Indiana must stop taxing canceled debt
Lost in all the hoopla from the state Legislature concerning lowering the business property tax and an amendment prohibiting gay marriage is the fact absolutely nothing has been done to eliminate the ridiculous tax situation affecting our most vulnerable citizens — those who have had a foreclosure on their principal residence and therefore had canceled debt.
The federal government wisely does not tax that canceled debt, but the state does. Consider that with just $50,000 of canceled debt, which is probably lower than average, a taxpayer is faced with a state tax bill of around $2,000. Any taxpayer faced with that will usually say, “If I could pay that, I wouldn’t have had a foreclosure.”
Here is a situation I had recently while doing taxes as a volunteer at the library: An elderly lady and her husband, who requires 24-hour care and is near death, had very little income, but did have canceled debt. When I told her she would owe a tax bill of $2,000 to Indiana, she said, “Well, they will just have to come and get me, because I don’t have the money.” Try consoling someone in that situation.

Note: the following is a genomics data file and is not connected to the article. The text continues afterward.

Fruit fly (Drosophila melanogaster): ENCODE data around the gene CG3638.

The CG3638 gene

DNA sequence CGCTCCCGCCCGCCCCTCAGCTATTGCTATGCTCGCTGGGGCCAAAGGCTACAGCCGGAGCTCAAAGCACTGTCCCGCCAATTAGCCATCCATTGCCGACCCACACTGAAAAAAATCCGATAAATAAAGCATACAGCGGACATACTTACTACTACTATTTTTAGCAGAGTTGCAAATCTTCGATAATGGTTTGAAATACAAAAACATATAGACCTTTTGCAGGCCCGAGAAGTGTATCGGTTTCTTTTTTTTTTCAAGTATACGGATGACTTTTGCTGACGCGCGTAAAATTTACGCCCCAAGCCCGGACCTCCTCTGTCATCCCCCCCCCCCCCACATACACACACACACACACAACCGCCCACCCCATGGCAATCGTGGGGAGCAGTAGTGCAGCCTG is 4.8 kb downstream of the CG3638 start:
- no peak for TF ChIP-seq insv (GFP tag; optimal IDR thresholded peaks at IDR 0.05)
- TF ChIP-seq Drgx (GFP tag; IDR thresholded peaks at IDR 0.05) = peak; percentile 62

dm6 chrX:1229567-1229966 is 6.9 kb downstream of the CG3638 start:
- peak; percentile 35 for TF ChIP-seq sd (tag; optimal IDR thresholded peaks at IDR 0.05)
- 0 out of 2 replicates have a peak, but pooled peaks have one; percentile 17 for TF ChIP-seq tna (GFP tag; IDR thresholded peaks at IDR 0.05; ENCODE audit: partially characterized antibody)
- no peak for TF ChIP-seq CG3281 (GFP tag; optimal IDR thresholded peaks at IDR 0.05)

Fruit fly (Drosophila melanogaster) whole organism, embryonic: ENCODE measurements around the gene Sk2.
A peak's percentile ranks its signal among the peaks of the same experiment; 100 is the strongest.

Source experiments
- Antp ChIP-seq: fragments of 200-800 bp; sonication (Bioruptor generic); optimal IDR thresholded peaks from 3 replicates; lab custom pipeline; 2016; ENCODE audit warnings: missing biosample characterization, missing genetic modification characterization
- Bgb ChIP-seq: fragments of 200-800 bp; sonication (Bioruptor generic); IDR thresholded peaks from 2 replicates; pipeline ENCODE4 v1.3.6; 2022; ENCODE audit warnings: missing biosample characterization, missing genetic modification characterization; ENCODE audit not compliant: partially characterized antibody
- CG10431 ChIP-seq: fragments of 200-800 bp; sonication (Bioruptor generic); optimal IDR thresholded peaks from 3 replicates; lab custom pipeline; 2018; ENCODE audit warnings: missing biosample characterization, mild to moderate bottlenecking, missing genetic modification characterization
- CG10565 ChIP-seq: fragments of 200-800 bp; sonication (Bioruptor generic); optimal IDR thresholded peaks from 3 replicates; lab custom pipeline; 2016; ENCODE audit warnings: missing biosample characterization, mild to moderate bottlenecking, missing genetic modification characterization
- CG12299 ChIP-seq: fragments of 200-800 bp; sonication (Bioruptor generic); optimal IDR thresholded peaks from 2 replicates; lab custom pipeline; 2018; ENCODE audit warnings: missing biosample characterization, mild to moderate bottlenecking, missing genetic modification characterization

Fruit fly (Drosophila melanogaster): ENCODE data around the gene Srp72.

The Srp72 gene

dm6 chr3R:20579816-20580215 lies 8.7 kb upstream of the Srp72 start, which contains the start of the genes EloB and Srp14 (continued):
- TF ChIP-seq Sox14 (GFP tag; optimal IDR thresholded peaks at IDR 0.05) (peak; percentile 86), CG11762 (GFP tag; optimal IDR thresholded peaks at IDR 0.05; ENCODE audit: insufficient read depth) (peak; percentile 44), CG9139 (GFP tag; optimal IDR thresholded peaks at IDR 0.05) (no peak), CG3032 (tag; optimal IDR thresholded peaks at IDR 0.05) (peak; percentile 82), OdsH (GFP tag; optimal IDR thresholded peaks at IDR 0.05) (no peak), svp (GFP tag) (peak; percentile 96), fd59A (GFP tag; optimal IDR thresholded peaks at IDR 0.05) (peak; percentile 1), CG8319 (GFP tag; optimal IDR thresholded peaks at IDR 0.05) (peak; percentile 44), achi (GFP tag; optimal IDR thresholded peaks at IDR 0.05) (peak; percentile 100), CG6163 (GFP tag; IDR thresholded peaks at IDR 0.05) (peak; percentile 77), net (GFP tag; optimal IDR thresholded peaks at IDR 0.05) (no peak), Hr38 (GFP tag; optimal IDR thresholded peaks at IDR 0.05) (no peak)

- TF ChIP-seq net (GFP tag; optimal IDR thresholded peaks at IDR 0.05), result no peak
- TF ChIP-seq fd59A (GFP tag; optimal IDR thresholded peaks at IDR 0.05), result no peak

I have notified our state senator, Jim Buck, and my state representative, Heath VanNatter, about this nonsense, with no response thus far. I would guess very little tax money has been collected by the state from this, simply because most taxpayers can’t possibly pay it.
Wouldn’t you think any state representative with any heart at all would be embarrassed by this?
Eric Turner doesn’t deserve re-election
State Rep. Eric Turner has a skewed idea about what it means to be ethical.
In his position, ethical conduct would be to represent his constituents, not his family’s business interests, which he did when he successfully convinced fellow Republican House members after privately lobbying to kill a proposed moratorium on building new nursing homes.